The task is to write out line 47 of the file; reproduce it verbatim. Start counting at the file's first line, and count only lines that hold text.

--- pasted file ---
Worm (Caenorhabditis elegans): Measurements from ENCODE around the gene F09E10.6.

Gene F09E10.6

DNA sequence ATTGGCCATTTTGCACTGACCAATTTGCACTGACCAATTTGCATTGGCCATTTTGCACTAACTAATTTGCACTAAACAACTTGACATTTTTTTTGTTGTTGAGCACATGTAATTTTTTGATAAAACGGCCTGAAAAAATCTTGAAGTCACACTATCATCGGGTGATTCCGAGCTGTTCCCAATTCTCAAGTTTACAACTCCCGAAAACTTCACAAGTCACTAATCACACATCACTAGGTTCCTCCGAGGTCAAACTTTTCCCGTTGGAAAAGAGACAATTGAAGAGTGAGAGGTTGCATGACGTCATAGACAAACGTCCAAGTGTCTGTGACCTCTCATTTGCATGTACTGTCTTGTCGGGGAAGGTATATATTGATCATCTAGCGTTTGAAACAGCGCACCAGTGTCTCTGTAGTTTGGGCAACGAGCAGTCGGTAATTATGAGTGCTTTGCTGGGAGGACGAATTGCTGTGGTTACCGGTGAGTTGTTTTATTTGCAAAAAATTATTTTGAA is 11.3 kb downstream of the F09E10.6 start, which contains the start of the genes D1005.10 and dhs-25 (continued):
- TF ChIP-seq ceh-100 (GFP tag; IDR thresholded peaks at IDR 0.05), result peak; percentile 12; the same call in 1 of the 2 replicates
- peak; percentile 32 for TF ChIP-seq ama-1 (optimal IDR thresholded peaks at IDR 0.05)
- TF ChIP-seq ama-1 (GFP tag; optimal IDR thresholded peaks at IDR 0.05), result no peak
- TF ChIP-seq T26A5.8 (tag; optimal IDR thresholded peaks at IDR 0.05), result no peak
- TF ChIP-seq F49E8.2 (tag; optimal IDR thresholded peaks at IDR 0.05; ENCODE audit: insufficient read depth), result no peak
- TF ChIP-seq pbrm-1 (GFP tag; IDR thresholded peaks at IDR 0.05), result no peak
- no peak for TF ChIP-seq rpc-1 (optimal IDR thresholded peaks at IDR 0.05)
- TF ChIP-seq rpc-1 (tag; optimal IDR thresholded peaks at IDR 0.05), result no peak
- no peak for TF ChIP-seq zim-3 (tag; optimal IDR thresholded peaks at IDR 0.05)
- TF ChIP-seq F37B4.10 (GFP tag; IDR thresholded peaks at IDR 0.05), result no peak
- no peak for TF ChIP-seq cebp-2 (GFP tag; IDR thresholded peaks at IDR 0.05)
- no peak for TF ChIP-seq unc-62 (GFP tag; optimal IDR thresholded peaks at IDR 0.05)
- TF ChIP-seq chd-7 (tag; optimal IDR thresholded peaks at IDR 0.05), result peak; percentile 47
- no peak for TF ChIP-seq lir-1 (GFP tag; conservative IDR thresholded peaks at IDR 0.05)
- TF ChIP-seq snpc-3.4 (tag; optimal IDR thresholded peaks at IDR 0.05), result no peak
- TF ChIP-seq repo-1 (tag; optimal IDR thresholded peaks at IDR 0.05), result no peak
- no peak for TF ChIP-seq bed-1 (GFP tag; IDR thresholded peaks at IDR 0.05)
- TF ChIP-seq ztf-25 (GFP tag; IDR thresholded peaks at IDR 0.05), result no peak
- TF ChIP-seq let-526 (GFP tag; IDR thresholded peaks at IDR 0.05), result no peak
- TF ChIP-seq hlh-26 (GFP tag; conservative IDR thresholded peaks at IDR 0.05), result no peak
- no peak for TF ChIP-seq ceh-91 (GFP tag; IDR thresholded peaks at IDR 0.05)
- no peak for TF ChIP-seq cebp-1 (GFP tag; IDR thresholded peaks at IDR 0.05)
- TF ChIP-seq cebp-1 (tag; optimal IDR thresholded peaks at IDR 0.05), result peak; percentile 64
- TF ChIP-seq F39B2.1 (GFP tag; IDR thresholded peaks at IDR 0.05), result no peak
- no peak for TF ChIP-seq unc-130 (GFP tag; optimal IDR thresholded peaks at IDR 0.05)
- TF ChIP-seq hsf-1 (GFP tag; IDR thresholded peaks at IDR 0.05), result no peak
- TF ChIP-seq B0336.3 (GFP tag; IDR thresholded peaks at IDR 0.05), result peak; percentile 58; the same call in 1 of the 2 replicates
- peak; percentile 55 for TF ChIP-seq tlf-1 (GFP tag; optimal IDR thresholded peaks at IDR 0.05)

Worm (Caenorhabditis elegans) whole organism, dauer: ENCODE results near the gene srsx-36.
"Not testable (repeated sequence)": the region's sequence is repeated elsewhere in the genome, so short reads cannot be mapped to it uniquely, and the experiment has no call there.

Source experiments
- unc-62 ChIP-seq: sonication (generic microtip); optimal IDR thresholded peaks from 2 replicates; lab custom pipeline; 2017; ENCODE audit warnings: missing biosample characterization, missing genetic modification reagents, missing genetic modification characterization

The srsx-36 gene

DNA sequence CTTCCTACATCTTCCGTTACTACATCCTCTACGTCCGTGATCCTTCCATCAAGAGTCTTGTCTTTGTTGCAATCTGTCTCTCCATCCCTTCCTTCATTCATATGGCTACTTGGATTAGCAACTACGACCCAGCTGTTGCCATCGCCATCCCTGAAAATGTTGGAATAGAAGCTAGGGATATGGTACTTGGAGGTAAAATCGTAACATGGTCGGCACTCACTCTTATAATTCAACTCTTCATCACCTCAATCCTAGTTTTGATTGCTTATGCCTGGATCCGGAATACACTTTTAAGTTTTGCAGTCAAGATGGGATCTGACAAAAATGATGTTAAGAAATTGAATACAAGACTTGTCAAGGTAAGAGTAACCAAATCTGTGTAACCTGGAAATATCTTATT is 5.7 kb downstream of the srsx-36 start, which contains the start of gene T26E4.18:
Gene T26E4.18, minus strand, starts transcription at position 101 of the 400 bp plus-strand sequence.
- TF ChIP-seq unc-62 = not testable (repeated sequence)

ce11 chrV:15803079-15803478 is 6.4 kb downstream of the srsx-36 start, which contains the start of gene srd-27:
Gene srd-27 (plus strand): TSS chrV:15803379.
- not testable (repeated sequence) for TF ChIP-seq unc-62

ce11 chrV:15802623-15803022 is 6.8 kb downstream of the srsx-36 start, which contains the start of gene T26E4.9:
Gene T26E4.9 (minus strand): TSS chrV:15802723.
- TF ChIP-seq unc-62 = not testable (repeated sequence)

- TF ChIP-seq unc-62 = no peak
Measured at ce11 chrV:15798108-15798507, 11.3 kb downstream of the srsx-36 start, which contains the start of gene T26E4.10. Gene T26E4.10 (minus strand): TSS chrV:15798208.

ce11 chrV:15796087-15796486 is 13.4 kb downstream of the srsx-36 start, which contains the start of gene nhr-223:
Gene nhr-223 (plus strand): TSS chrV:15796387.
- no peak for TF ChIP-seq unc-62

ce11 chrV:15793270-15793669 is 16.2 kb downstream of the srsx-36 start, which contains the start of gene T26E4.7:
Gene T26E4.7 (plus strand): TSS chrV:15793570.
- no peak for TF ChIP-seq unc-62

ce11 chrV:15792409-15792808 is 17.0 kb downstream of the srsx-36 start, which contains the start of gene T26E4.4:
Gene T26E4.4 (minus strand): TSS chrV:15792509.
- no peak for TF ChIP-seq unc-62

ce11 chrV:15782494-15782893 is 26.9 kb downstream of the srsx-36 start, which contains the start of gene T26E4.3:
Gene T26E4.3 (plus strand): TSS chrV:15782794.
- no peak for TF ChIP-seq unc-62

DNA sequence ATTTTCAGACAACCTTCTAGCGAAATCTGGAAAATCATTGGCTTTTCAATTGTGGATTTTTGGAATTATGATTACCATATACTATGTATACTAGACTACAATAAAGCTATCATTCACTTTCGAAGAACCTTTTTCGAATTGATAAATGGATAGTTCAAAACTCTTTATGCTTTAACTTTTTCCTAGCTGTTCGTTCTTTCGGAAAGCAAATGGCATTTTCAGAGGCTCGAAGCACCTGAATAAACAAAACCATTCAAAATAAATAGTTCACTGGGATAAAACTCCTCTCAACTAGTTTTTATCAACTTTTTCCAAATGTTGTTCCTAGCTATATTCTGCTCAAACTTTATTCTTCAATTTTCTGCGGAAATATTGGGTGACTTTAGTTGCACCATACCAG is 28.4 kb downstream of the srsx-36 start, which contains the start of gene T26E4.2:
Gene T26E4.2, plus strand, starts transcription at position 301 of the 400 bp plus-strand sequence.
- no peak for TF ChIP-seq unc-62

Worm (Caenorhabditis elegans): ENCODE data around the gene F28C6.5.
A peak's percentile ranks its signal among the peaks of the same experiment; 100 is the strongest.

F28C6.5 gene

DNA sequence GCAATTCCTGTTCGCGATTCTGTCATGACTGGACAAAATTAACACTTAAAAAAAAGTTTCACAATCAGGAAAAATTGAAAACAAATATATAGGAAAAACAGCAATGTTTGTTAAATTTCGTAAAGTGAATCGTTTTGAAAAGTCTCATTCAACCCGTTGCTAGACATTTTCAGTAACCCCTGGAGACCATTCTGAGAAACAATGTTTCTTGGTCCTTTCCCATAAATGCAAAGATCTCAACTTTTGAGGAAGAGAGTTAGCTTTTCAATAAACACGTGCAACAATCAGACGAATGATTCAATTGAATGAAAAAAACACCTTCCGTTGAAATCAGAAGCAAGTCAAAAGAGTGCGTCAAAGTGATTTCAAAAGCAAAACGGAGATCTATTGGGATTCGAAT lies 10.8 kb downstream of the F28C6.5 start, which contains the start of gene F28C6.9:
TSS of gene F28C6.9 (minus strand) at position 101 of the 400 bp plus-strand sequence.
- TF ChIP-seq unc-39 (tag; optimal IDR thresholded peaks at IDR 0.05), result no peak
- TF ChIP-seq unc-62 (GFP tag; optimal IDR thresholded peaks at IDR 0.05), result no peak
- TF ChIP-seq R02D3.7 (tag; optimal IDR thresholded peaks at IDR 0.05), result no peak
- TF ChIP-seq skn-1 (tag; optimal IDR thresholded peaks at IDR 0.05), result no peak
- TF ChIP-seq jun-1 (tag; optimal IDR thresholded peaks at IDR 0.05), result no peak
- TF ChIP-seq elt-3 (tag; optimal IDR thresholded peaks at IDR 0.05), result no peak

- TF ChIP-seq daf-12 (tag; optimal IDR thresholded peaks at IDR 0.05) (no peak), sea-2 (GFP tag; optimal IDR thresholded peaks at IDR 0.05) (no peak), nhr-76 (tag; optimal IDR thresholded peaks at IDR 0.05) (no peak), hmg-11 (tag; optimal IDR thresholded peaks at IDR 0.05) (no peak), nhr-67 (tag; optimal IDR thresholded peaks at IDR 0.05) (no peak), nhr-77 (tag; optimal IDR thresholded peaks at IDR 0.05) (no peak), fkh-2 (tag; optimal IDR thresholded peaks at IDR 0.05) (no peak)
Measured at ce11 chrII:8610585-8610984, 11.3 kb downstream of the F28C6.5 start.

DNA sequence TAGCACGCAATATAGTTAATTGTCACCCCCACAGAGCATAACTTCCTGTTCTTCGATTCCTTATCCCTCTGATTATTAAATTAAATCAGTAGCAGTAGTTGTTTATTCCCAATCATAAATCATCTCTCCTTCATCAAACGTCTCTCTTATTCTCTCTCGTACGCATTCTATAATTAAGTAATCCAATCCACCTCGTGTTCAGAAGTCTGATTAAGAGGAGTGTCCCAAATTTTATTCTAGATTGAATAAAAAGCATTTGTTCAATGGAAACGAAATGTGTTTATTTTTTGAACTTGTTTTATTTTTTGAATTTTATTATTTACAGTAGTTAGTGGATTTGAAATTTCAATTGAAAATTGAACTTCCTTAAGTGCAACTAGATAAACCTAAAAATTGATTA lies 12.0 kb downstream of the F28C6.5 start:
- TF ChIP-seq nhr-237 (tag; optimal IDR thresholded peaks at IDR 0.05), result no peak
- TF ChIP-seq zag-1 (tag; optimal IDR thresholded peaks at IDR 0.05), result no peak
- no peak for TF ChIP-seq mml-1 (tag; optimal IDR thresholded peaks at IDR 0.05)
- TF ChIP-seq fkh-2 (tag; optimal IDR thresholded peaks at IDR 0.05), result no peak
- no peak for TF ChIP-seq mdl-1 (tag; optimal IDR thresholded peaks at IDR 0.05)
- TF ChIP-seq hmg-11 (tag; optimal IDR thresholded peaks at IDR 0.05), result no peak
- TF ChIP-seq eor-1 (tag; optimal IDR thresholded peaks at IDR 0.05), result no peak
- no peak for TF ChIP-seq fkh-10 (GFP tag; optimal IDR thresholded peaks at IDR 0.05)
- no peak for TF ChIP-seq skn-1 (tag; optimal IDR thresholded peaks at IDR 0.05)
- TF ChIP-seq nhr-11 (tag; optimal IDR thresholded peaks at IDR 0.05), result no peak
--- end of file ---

Measured at ce11 chrV:15798108-15798507, 11.3 kb downstream of the srsx-36 start, which contains the start of gene T26E4.10. Gene T26E4.10 (minus strand): TSS chrV:15798208.